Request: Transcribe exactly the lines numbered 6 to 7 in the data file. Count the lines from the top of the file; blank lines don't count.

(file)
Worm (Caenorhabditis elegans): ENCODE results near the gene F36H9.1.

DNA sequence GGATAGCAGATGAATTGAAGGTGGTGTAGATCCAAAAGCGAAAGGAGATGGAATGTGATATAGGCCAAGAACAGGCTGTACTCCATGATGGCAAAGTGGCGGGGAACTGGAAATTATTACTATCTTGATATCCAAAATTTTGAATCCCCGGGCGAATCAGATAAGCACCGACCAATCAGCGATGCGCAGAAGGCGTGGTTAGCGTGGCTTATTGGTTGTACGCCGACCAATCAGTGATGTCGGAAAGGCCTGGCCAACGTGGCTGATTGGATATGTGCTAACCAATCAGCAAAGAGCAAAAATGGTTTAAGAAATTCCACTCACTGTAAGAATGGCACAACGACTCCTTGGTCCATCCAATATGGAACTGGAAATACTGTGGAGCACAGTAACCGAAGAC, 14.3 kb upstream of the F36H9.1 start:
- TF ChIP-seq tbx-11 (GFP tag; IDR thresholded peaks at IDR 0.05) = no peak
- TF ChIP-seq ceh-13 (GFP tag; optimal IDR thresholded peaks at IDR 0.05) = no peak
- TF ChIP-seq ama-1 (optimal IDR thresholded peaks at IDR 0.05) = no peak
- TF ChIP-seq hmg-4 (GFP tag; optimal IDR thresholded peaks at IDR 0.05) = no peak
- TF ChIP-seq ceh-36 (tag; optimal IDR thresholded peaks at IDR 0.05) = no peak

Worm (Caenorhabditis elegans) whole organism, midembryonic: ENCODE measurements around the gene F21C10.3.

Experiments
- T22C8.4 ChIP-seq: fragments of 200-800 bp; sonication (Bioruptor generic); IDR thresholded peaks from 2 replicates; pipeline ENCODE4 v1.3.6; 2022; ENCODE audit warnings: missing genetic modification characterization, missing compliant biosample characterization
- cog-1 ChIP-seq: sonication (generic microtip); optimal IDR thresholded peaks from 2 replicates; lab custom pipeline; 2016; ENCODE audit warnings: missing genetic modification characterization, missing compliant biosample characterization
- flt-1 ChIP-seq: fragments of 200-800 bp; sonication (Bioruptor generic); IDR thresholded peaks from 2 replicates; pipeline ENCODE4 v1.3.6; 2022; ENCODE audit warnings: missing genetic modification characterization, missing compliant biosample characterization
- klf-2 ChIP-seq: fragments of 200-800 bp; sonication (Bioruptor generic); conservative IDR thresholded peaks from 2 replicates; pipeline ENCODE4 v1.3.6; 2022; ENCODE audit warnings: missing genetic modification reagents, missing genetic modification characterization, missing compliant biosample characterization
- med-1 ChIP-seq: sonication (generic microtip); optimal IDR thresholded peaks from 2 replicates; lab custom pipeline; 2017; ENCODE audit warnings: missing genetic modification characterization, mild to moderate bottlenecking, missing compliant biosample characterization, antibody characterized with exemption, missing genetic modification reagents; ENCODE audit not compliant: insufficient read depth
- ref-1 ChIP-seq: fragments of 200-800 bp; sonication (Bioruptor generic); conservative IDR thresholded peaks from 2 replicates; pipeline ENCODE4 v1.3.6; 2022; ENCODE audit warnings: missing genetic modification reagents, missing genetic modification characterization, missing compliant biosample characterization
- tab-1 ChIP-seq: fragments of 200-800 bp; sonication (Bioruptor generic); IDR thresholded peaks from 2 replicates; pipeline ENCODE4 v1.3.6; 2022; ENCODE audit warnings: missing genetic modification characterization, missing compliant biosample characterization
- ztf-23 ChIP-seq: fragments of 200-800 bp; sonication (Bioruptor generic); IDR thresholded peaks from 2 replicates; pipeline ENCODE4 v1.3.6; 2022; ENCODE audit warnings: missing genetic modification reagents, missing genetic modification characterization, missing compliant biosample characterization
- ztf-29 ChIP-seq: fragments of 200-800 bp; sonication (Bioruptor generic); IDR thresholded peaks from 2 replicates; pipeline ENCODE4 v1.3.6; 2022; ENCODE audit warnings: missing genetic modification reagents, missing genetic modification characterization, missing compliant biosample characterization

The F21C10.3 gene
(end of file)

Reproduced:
- TF ChIP-seq hmg-4 (GFP tag; optimal IDR thresholded peaks at IDR 0.05) = no peak
- TF ChIP-seq ceh-36 (tag; optimal IDR thresholded peaks at IDR 0.05) = no peak